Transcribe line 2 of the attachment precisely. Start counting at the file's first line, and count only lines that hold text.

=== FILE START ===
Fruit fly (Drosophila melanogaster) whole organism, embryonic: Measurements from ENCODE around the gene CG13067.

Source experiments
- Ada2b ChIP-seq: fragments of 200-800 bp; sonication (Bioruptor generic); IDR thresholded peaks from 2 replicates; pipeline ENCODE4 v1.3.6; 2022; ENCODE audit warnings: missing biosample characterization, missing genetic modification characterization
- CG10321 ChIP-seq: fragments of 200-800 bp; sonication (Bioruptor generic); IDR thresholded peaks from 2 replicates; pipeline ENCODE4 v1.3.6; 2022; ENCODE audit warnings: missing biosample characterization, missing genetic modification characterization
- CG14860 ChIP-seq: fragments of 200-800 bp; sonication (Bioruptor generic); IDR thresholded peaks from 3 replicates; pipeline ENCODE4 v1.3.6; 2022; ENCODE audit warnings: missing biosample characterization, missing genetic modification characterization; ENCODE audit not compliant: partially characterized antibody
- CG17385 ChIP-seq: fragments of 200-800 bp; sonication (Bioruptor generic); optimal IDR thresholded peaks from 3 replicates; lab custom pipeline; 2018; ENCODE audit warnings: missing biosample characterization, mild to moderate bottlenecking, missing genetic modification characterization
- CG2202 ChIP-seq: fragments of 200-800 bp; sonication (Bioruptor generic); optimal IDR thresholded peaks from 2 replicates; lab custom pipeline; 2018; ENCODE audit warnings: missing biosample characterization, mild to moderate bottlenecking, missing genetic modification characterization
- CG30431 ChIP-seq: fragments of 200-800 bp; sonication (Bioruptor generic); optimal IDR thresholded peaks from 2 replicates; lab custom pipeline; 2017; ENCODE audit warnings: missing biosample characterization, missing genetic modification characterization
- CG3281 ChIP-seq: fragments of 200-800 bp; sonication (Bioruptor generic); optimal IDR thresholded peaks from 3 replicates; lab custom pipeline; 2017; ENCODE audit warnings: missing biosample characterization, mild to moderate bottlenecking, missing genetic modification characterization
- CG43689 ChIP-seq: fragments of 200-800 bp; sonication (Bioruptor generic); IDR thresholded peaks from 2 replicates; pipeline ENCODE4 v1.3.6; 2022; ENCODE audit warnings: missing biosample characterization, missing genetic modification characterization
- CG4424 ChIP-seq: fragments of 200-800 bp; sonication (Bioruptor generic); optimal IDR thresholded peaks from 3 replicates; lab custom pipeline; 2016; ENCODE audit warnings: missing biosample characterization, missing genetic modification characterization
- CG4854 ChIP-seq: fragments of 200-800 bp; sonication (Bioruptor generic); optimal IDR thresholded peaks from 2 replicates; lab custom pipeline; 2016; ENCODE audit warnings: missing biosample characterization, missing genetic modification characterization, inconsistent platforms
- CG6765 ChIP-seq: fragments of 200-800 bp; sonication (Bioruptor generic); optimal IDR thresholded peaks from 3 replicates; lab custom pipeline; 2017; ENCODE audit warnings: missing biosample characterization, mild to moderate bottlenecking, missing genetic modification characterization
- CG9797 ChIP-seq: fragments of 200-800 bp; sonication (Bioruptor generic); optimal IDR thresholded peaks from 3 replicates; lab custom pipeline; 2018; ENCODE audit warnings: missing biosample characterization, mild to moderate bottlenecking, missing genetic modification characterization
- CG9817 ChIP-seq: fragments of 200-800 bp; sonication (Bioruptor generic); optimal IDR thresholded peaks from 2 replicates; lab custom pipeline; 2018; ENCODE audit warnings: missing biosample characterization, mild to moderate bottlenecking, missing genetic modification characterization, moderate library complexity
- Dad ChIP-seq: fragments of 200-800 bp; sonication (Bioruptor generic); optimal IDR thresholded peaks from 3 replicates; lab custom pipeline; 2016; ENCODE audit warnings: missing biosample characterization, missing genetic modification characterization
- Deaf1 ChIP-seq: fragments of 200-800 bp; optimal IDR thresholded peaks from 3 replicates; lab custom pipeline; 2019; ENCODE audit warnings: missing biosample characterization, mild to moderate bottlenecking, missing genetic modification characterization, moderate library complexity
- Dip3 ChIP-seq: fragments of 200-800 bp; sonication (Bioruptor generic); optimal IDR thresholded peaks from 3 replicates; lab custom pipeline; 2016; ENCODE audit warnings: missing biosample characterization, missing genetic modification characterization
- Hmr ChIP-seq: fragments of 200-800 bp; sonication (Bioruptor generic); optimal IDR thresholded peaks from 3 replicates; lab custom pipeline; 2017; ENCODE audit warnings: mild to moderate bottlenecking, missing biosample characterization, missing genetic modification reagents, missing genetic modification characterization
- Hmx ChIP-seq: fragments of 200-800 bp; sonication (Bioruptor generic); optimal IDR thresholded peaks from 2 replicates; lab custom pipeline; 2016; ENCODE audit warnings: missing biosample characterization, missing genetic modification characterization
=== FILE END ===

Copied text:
Source experiments